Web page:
Our Research Lab
Spatial Hearing - Attention and Hearing Devices
At the core of speech communication in complex scenes is the ability to selectively attend to relevant sounds while maintaining the possibility of switching attention to other sounds in a mixture. This complex process requires: 1) forming of distinct auditory objects; 2) segregation between foreground and background; 3) top-down modulatory effects of attention; 4) streaming over time; and 5) continued object maintenance for future behavioral needs.
At the neural level, auditory streams develop along a hierarchical pathway: primitive acoustic features are encoded as early as the auditory brainstem and continually refined up to the primary auditory cortex. From there, perceptual-feature representation and ultimately object- and category-specific representations are formed along the ventral cortical pathway. Because only some signals are relevant to a listener at any one time, and neural resources are limited, selective attention preferentially highlights objects of interest by modulating the representation of relevant and/or irrelevant features. With hearing loss, object formation and subsequent auditory streaming, is weakened by declines in temporal fine-structure, spectral, and spectro-temporal coding. Perceptual features are also poorly encoded. For example, hearing-impaired listeners benefit less than normal-hearing listeners do from spatially separated talkers, likely due, in part, to poor integration of spatial cues and poor selective attention to space.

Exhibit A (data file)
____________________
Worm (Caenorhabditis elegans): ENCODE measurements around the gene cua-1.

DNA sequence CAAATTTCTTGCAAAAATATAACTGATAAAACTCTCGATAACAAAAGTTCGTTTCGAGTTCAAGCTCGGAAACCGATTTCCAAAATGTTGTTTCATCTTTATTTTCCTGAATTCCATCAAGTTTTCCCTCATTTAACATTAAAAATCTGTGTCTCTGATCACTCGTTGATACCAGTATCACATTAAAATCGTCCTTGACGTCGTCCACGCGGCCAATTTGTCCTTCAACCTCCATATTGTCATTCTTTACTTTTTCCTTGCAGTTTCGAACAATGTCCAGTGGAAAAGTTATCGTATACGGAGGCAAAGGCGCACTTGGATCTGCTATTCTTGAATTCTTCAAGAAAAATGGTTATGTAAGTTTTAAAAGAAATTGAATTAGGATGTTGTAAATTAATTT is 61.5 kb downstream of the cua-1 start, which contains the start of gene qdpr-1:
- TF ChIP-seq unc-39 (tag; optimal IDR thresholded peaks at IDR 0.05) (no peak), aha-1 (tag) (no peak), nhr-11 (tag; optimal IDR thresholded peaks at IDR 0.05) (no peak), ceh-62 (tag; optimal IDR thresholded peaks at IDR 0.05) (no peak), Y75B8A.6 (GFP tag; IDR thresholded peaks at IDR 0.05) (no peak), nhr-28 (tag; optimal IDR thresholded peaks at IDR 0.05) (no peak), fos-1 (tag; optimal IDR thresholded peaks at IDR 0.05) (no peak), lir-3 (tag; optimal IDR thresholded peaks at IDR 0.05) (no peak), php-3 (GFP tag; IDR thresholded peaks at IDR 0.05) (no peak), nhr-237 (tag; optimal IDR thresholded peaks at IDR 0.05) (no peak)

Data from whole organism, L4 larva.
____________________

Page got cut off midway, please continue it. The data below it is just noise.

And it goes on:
We have recently been focused on measuring a form of neuro-modulation in younger and older listeners using electroencephalography (EEG; Eddins et al., 2018; Ozmeral et al., 2021), in which listeners either passively listen or actively respond to stimuli at an attended location. The EEG responses are characterized by deflections at ~100 ms and ~200 ms (i.e., N1 and P2) following a spatial change, and in directed-attention conditions, also by a late-latency deflection (~500 ms; i.e., P3). Importantly, the P3 response, which marks a higher-order process related to the sound’s spatial location, is significantly larger when the stimulus arrives at the attended location and absent when attending elsewhere. These data are interpreted as evidence for “sensory gain control” of a perceptual-feature (i.e., spatial location), and we ultimately will leverage this form of neuro-modulation to assess object formation with and without hearing aids.
If you were to design a hearing aid to improve speech segregation in complex scenes, then you would pursue strategies that actively promote object formation and selective attention. Existing technologies may indeed accomplish this, but to date, there are no direct measures of the aided effects on auditory streaming. Modern hearing aids are equipped with directional microphones to achieve spatial gain reduction, the process which preferentially highlights a spatial location, and has been shown to increase SNRs for spatially separated signals. Benefit from hearing-aid directional processing is typically gauged by self-report, listening effort, or sentence recognition in noise. However, this traditional approach has important limitations: 1) studies lack systematic control of such processing because of manufacturer-placed barriers, and 2) data provide only indirect measures of the mechanisms responsible for the presumed advantages. In contrast, we link controlled hearing-aid directional processing evaluation to a strong and established theoretical model of auditory object-based attention. In doing so, we can directly associate benefits with relevant neural mechanisms, and we can more precisely target innovation efforts for future hearing aid technology.